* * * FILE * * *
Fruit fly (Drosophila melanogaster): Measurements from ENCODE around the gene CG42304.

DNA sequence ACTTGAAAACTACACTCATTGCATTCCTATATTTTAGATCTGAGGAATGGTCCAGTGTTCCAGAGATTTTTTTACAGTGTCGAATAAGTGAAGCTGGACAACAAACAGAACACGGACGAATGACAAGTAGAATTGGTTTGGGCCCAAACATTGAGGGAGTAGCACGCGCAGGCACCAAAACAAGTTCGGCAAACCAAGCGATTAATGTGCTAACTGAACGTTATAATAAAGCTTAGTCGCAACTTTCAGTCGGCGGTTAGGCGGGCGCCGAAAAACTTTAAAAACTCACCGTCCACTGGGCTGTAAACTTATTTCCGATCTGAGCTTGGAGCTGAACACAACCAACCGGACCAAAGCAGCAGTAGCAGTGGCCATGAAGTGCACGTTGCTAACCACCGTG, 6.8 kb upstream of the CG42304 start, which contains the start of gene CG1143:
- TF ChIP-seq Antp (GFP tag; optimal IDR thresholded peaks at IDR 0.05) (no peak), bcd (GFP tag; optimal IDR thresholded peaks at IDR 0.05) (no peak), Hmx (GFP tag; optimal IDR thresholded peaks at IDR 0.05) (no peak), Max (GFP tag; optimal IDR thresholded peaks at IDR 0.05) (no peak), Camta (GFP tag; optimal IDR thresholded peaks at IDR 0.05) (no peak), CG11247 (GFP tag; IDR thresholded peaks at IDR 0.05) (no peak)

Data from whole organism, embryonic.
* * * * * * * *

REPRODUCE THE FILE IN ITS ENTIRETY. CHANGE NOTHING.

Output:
Fruit fly (Drosophila melanogaster): Measurements from ENCODE around the gene CG42304.

DNA sequence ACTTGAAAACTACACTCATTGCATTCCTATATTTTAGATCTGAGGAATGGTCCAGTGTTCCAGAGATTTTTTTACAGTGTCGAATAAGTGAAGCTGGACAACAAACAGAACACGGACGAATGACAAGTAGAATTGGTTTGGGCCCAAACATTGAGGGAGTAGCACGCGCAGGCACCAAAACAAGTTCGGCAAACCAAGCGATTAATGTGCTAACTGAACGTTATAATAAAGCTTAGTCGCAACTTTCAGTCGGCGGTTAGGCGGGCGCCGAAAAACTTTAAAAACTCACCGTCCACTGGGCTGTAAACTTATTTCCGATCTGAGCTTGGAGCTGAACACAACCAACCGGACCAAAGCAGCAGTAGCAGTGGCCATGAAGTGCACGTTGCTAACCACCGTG, 6.8 kb upstream of the CG42304 start, which contains the start of gene CG1143:
- TF ChIP-seq Antp (GFP tag; optimal IDR thresholded peaks at IDR 0.05) (no peak), bcd (GFP tag; optimal IDR thresholded peaks at IDR 0.05) (no peak), Hmx (GFP tag; optimal IDR thresholded peaks at IDR 0.05) (no peak), Max (GFP tag; optimal IDR thresholded peaks at IDR 0.05) (no peak), Camta (GFP tag; optimal IDR thresholded peaks at IDR 0.05) (no peak), CG11247 (GFP tag; IDR thresholded peaks at IDR 0.05) (no peak)

Data from whole organism, embryonic.